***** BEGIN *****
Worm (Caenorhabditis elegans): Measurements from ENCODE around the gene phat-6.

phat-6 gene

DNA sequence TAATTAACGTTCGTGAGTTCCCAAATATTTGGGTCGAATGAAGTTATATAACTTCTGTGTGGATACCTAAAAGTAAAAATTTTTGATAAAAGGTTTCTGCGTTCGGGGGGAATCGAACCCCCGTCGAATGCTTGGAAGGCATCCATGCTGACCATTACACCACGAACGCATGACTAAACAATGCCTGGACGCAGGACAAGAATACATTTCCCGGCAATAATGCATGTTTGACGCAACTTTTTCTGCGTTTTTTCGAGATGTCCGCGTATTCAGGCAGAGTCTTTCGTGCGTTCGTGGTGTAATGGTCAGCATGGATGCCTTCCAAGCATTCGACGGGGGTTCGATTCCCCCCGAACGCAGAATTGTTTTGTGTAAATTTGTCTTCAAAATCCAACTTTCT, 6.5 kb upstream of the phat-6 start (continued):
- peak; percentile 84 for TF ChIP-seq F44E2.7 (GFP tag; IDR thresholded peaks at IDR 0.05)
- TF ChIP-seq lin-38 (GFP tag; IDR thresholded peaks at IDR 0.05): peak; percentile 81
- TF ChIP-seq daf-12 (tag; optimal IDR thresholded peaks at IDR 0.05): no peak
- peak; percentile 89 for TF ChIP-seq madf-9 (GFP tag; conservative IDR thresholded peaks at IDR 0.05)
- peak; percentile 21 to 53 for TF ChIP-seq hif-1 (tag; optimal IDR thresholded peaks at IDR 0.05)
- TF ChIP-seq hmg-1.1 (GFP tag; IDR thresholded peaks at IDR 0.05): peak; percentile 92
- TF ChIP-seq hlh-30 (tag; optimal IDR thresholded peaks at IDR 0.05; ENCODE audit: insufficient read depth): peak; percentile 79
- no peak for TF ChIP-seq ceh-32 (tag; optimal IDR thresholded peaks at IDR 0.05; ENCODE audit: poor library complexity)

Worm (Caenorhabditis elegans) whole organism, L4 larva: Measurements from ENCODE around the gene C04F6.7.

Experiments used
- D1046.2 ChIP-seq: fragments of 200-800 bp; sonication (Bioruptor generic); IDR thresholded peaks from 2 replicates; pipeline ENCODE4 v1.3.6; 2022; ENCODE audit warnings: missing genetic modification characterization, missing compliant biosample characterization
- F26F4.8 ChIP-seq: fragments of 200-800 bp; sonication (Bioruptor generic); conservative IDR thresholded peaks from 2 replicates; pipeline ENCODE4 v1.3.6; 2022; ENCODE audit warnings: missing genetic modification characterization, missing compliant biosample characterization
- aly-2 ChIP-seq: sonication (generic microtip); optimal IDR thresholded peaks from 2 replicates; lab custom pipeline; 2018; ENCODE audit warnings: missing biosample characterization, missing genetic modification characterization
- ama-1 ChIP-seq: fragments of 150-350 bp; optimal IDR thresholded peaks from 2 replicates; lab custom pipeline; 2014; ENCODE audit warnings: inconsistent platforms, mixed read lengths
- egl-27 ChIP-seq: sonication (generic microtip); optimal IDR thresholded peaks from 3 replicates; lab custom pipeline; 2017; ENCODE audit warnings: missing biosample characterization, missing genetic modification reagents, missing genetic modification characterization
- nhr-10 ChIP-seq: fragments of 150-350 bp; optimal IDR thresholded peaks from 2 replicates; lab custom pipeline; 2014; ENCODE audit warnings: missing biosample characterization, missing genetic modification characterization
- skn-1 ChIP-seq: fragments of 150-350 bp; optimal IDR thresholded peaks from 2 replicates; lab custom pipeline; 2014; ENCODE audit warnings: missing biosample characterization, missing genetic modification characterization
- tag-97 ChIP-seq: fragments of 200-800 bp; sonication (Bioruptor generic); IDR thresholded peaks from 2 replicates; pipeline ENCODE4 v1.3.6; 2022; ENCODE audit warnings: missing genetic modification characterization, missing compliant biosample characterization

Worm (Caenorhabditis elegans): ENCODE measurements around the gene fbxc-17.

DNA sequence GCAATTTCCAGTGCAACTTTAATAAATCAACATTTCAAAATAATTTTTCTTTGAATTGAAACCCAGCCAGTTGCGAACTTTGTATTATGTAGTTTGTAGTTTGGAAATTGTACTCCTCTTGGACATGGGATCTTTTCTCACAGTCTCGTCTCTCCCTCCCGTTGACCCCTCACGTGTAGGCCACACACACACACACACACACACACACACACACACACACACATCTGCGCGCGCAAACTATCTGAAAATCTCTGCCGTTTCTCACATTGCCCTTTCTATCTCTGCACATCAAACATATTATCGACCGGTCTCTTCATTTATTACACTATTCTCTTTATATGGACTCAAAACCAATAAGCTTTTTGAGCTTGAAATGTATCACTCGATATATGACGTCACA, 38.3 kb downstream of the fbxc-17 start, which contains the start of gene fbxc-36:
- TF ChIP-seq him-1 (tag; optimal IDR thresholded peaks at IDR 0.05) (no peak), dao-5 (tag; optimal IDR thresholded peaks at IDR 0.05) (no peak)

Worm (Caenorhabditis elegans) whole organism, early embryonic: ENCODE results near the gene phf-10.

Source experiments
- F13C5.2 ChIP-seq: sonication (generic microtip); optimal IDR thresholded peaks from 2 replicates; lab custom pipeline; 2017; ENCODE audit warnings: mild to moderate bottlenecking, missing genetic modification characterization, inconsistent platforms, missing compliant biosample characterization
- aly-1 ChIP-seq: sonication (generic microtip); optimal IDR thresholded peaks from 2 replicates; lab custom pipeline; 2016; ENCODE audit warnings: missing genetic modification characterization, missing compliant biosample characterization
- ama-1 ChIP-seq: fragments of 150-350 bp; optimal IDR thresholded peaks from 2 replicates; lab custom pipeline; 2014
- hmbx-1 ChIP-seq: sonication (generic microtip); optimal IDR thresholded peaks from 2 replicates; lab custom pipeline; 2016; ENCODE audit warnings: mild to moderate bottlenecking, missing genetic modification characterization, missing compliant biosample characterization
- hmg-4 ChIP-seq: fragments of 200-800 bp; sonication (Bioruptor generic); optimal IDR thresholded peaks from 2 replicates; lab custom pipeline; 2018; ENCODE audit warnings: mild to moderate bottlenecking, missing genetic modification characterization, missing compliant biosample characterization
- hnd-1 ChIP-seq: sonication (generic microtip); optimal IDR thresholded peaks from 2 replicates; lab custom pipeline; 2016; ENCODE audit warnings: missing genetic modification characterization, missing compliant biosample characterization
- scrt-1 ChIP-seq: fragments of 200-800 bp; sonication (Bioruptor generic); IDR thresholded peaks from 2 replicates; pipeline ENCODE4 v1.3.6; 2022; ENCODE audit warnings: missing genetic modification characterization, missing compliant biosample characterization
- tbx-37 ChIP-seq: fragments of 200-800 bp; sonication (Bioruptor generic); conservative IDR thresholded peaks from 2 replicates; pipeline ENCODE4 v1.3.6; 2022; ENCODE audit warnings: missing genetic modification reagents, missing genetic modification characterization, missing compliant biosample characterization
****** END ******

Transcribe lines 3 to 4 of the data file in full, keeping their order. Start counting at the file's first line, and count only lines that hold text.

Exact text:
DNA sequence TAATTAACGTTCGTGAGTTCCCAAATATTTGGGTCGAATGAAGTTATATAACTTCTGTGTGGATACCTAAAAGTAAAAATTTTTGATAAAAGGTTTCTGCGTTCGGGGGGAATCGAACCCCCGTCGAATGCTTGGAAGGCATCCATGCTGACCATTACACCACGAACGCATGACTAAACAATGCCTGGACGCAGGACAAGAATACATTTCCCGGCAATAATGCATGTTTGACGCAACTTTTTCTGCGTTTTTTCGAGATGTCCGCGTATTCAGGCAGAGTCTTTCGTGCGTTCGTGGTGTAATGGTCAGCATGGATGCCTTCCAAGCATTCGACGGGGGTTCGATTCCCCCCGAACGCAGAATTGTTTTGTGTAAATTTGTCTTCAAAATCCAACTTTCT, 6.5 kb upstream of the phat-6 start (continued):
- peak; percentile 84 for TF ChIP-seq F44E2.7 (GFP tag; IDR thresholded peaks at IDR 0.05)